November 23, 2020 at 10:17 PM

I recall there was talk of such a line almost a decade ago but fell apart for various issues, political and economic. Still, it wound be interesting and a cool addition even if I doubt we'll be seeing it before 2030.

November 24, 2020 at 6:18 AM

Can't they just extend the Skyliner to the airport, Fort Lauderdale, Miami, etc.?

November 24, 2020 at 6:49 AM

FloriDUH - build and expand with disregard, kick the can down the road when dealing with the impact on infrastructure. For a shining example of this, see the Champions Gate exit on I-4. Low taxes in exchange for a traffic nightmare in Orlando and Tampa.

November 24, 2020 at 7:25 AM

I am very curious where the station will be located on property.

November 24, 2020 at 8:41 AM

If you live in Florida and travel to other Floridian cities this is great news! High speed rail from orl to Tpa was axed by short sighted Terminator Scott and put us behind 10 years.

November 24, 2020 at 9:31 AM

@the_man - I realize Brightline already operates service in Florida, but the design and plan of their service is to facilitate inter-city transit. The station at MCO will help to further that plan as well as the eventual extension to Tampa. However, adding a stop at Disney Springs (and additional potential stops in between current and future destinations) will devalue the purpose of the high speed rail line as a whole. This is where government needs to step in and promote the efficient and sensible planning of multi-modal transit. People should not be boarding a high-speed inter-city rail system to go <20 miles that runs on an hourly (or longer) frequency, and continually adding stops to an inter-city line will make travel times between cities longer, and reducing the primary purpose for building high-speed rail. If WDW wants to develop their own system from MCO to Disney Springs (like many suburban airports do for the cities they service), fine, but they should not be piggy-backing on a semi-public project and undermining its functionality.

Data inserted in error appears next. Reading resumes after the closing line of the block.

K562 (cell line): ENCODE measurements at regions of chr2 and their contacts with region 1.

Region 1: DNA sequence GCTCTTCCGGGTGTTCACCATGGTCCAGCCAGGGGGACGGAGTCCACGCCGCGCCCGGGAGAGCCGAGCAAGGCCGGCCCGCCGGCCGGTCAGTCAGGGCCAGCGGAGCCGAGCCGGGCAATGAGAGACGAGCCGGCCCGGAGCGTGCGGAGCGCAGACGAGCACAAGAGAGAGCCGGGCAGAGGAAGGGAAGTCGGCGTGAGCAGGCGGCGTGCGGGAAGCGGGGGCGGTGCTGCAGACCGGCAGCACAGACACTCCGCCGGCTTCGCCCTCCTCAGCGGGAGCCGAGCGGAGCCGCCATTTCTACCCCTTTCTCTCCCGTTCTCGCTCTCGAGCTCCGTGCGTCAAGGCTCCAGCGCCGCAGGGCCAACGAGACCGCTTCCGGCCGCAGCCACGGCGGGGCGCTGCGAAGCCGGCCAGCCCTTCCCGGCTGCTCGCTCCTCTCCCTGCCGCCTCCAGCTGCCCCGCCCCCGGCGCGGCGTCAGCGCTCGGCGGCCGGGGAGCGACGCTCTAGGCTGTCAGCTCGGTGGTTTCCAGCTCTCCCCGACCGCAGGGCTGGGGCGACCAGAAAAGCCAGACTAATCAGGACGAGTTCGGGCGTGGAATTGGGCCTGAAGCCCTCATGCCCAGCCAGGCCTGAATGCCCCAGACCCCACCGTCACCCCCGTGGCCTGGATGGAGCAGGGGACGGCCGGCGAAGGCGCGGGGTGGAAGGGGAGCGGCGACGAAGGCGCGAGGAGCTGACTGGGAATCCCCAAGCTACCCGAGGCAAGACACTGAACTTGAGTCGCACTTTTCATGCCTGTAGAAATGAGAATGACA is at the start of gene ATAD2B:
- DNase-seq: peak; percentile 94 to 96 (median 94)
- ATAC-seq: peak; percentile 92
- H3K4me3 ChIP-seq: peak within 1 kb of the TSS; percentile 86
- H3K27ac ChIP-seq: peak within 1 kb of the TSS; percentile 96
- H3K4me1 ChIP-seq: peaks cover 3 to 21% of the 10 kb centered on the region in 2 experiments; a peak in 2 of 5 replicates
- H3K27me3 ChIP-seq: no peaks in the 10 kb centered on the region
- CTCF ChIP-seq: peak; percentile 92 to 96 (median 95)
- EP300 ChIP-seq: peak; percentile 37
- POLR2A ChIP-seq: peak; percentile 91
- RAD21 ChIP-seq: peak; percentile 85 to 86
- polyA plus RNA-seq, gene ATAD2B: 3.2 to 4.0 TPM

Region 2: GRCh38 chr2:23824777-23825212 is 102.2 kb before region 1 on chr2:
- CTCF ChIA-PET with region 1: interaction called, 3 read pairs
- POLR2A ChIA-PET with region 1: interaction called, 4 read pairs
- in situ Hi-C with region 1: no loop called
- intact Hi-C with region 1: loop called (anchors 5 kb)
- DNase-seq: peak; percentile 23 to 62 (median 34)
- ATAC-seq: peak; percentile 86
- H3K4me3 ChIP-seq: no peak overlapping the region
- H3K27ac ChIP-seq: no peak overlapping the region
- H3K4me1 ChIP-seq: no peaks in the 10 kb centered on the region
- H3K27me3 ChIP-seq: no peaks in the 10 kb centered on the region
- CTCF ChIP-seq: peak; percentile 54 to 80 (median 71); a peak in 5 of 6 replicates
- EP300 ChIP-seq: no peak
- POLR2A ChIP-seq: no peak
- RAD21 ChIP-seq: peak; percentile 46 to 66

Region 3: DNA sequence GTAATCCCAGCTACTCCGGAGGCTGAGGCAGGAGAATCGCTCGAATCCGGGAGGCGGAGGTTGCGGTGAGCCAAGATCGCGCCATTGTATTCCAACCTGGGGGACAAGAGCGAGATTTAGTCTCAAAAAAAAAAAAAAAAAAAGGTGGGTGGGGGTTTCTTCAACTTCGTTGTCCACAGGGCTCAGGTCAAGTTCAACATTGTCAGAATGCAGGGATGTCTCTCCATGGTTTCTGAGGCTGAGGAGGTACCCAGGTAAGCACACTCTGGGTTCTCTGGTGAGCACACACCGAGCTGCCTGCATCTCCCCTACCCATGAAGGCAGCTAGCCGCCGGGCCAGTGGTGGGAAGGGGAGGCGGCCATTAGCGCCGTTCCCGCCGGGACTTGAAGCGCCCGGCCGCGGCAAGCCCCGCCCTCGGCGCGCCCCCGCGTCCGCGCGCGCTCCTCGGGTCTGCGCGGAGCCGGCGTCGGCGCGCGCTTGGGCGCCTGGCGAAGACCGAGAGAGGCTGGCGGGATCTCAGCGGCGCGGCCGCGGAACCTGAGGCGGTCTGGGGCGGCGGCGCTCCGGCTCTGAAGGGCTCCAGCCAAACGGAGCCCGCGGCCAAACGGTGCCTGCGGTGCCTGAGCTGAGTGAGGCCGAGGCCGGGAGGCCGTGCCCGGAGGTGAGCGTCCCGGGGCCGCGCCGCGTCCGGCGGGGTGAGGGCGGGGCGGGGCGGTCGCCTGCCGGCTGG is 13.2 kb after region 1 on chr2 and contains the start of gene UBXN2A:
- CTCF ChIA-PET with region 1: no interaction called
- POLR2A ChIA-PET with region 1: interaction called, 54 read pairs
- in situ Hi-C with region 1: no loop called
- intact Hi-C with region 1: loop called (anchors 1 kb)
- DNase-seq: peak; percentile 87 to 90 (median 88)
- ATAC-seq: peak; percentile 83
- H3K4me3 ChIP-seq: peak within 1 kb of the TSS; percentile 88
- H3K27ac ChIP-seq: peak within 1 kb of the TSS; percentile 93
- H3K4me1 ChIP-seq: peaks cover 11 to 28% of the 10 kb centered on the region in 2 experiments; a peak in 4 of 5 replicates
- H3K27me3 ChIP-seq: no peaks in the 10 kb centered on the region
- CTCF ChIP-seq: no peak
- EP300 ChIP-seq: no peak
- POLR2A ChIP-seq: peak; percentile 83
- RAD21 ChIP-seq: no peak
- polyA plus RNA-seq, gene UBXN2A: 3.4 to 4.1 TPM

The United States has always struggled with rail travel since the Industrial Revolution because the critical decision was made in the early 20th Century to move cargo by rail and people by road, while Europe did the opposite in moving people by rail and cargo by road. In the US, this decision has resulted in a majority of rail infrastructure owned by freight/cargo companies, forcing passenger rail to ride on leased/shared tracks or very limited passenger-specific rail corridors (like the Northeast Corridor). It's great to see some states either reclaiming or building new passenger-exclusive rail corridors (like the planned line between San Francisco and LA in California and Brightline in Florida), but if these infrastructure projects are proposed and designed to be high-speed corridors, operators need to build and manage them that way instead of taking cash (i.e. bribes) to build more and more stations between terminuses that decrease the speed and efficiency of the corridor.

With this move, Brightline is undermining its own purpose to efficiently and quickly move people between major cities in Florida to service a singular tourist destination. Orlando is happy, because they're off the hook for building appropriate transit options in its city, but riders are the ones that are underserved by a slowed high-speed line and an infrequent option to WDW that should instead be served by BRT, light rail, or heavy rail (at the very least commuter rail). It's hard to argue that a fully funded mass transit system should not be built, but in this case, the type of transit being proposed does not fit the needs of Orlando/WDW, and hopefully smarter-growth planning will eventually prevail and correct what could be a serious mismanagement of resources.

November 24, 2020 at 11:33 AM

build and expand with disregard, kick the can down the road when dealing with the impact on infrastructure.

To be fair to Florida, hardly the only state to have that attitude. Trust me, I live in Illinois, we're used to that. And talk to folks in Boston on the "Big Dig" amid other messes in various places.

November 24, 2020 at 12:31 PM

Economics, feasibility, and urban planning aside I am excited to ride this if and when it gets built.

November 24, 2020 at 8:18 PM

Russel Meyer you make a good point, but this is WDW we are talking about, as they say in the Simpsons "our [customers] are highly entitles wusses." I think a lot of people from Miami/Ft Lauderdale/Tampa wouldn't take the train if they had to go to the airport and transfer and would instead opt to drive. Especially since the train goes to Disney Springs they are already going to have to get off and transfer to a bus to reach their final destination, adding another transfer would be a deal breaker for a lot of people.